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While the base game is pretty standard, in terms of story, The Oregon Trail does feature several side stories that can be unlocked through gameplay that not only feature more complex stories and objectives, but can unlock tools and character classes in the main game. For a game this simple, it adds a lot of needed flavour to the proceedings and genuinely kept me coming back for more.

Gameplay is a unique blend of simple and varied, maintaining almost every aspect of the original and modernizing it. Players begin their journey—after choosing four settlers—by purchasing a wagon, stocking it with supplies and heading out on the trail. Not only do they need to manage their party’s health, stamina, morale and hygiene, but ensure their wagon is stocked with food for the long journey, and kept in stable condition. New touches bring some needed agency to the game—such as a Resident Evil 4-style inventory system, that plays into the wagon management system, as the more damage the wagon takes, the fewer spaces become available for use.

“Naturally, it wouldn’t be The Oregon Trail without some random impedances along the way.”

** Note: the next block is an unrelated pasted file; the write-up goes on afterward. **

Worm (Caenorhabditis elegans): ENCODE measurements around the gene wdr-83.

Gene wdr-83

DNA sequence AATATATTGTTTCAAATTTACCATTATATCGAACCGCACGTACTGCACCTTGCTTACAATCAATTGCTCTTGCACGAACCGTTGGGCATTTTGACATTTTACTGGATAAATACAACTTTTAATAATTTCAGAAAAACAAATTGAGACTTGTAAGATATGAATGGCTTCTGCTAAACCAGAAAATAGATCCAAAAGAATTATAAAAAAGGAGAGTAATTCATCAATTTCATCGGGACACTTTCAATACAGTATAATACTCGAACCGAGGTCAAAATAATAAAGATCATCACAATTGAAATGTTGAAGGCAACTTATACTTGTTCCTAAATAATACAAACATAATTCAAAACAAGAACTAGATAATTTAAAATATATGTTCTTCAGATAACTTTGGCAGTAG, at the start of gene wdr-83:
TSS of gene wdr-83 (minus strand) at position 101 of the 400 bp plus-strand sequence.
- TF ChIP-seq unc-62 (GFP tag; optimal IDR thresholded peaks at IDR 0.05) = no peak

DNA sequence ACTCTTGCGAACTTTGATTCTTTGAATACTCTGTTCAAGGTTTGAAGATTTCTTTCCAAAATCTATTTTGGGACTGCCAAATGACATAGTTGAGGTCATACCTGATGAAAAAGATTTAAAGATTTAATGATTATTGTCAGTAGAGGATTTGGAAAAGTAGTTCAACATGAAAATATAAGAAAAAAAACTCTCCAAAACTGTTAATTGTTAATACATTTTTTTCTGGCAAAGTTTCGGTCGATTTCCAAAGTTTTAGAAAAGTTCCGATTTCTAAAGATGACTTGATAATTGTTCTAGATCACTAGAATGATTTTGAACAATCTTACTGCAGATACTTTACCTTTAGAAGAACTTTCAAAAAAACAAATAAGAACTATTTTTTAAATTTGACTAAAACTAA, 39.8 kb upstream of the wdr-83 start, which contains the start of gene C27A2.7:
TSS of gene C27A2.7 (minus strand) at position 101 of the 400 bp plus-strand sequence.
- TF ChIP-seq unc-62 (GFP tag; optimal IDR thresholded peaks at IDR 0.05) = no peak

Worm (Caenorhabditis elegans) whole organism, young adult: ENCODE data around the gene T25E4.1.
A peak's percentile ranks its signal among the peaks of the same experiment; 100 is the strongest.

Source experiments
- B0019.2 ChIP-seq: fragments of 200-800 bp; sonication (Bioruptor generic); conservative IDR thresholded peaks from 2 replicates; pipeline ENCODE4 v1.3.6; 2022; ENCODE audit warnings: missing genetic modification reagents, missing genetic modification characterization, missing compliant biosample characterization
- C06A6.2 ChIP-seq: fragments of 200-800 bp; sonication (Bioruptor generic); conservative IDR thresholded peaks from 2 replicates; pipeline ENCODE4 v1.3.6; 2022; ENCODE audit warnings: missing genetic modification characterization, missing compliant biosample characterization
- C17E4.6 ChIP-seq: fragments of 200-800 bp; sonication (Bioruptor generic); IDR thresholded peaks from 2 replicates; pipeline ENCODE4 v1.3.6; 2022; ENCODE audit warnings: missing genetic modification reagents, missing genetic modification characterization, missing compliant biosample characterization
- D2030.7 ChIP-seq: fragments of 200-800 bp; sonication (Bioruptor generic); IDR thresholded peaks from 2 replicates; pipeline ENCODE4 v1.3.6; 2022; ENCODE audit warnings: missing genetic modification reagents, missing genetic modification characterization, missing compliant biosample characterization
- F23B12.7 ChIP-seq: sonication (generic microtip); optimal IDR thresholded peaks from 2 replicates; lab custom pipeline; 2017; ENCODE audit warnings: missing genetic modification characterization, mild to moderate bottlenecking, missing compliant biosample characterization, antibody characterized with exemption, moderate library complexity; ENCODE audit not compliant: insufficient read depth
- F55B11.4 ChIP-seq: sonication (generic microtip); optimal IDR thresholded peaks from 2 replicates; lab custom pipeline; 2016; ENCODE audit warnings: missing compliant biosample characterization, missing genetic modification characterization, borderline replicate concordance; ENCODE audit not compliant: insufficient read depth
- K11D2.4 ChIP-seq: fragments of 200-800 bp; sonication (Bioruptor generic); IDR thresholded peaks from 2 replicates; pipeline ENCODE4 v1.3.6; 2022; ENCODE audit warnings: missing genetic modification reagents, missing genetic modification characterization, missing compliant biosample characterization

Players will also have more choice in what way they want to venture on their journey, as they are given waypoints between each major settlement or resting place, and each point features an event such as an opportunity to hunt for food, or engage in a potentially advantageous event. Players will also receive quests to complete along their journey, and their preparedness coupled with their choice of party will affect their success.

This enhances the aforementioned player agency, since the majority of The Oregon Trail is spent watching people walk along a trail but the ever present reality of consequence for your actions—be they good or bad—is always looming in the background. At no point was I ever bored watching my settlers blaze the trail.

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Naturally, it wouldn’t be The Oregon Trail without some random impedances along the way. As players travel, any manner of things can happen—from broken bones, to snake bites, to people literally falling out of the sky. With the game’s enhanced presentation, I found this constantly engaging, especially towards the later stages of my journey when supplies were low and tensions were high. I was always clenched up waiting for the next bad thing to happen, and whenever my team stumbled upon a patch of herbs to make medicine, or supplies that had been left behind, Ifelt a genuine wave of relief wash over me.